The Regeneron report claims, “A diagnosis of FH can be made with a validated set of criteria, such as those established by the Dutch Lipid Clinic Network Criteria (DLCN).” This statement is contradicted by the report. Although distribution of the scores in the FH target and off-target populations is not precisely equal, the variability seen in the Regeneron report is enough to make the swap of the majority of mutation carriers undeniable. FH scoring systems, as if sufficient in and of themselves, do not work. The reports’ own published data proves the selection bias at work here.
The scores from the “DLCN” and other such scoring systems have a similar variability in both the FH sample and in the remaining population. This single premise of similarity where distinction is required is all that we need: the swap then follows by the immutable laws of mathematics. With a similar variability of FH scores pervading two populations, any cutoff point above any minimum score necessarily precludes all those below itself, while that similarity also precludes use of the cutoff point to make a distinction between all those above itself. With this poisoned premise, switching from genetic matching to cutoffs in a scoring system, the swap of patients is a mathematical necessity. (See the previous page.)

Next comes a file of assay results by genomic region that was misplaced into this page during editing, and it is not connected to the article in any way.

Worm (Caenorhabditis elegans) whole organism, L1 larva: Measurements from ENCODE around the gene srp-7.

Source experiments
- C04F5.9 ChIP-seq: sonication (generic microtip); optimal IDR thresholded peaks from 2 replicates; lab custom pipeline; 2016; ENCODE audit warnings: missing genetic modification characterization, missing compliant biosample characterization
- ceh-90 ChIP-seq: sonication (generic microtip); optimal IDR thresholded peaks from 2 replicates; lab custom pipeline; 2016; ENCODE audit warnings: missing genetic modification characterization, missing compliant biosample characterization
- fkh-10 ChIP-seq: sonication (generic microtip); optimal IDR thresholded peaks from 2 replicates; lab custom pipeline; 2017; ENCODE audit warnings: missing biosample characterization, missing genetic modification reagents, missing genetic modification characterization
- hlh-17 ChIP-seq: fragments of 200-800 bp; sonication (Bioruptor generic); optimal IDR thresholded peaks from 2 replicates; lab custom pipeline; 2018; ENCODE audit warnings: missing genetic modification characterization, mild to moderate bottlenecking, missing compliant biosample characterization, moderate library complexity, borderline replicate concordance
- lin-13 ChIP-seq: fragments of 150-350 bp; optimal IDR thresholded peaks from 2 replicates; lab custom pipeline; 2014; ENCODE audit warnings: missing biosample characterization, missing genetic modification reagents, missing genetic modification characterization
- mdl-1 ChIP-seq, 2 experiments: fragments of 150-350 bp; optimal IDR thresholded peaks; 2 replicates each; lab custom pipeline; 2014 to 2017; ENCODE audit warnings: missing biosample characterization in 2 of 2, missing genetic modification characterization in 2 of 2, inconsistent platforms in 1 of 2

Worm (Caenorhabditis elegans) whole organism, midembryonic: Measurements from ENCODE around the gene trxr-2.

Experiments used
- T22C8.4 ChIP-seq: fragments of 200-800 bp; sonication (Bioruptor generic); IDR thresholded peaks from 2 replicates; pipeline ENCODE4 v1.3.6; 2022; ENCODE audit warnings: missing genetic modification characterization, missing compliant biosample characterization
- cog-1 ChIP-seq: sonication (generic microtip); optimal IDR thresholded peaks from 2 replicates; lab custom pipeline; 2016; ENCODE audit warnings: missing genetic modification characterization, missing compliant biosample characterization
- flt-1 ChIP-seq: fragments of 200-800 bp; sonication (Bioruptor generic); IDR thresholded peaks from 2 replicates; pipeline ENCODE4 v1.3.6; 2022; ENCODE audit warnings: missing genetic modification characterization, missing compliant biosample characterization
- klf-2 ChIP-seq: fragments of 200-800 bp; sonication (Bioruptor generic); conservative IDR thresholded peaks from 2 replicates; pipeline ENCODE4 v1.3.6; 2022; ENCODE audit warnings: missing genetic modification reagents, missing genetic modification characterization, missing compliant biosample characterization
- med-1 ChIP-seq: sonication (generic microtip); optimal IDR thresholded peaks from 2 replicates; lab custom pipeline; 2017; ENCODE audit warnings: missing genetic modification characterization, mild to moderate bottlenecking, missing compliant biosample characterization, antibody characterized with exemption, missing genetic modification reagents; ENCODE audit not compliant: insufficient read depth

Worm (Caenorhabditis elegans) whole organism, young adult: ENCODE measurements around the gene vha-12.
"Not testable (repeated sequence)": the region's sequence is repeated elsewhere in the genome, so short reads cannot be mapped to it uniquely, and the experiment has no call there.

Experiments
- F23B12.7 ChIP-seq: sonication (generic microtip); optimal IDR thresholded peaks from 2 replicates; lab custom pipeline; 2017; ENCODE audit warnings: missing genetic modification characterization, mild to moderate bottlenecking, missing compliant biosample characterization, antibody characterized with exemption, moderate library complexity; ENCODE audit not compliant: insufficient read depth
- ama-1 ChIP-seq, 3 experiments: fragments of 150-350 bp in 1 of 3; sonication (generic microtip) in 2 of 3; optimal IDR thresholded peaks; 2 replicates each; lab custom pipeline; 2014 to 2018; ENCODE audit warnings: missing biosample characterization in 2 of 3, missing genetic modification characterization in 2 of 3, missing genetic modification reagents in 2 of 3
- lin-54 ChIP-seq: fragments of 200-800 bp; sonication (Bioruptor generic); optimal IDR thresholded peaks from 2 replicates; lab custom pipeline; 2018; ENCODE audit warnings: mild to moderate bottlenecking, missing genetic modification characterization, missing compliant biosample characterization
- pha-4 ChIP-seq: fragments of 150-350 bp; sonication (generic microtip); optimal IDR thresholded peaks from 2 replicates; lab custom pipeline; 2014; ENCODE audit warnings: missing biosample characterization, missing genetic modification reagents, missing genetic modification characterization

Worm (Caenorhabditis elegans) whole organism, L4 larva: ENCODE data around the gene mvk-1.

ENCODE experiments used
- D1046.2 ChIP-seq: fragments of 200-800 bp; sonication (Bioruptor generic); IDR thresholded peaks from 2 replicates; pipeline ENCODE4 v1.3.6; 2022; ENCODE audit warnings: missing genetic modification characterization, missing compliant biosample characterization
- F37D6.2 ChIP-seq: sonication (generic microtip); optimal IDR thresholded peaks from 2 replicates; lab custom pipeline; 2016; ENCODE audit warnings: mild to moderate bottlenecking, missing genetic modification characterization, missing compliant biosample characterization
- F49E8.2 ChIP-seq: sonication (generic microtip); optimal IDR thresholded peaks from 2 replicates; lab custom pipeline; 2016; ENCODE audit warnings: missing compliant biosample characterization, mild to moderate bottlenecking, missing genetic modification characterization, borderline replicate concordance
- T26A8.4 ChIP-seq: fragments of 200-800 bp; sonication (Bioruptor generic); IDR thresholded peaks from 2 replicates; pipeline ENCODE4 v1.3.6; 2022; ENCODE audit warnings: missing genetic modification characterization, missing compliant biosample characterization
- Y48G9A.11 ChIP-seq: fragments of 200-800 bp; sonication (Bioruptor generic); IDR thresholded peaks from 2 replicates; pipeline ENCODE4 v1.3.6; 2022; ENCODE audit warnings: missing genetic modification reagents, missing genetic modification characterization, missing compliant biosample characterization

The scoring systems may help concentrate the pool of suspects, but the result is still grossly inflated with false positives. We may begin 1: 250 ~ 1:500, and after scoring, end with 1:10, but we still inflate the results with 90% false positives. A genetic match on the other hand endswith a rate of 1:1.
Recommending such scoring systems as if sufficient to identify FH is more than just bad faith. A critical, mathematical fracture is at work: when entire populations are tested for FH, most mutation carriers do not pass the scoring systems and most who pass the scoring systems are not mutation carriers. Thus, there is a swap of people that takes place when we switch from a genetic identification procedure to a circumstantial scoring system.
In a marketing environment, when one such procedure is used for advertising and the other for the point of sale, swapping the item of purchase, we have a scheme that is called “bait-and-switch.”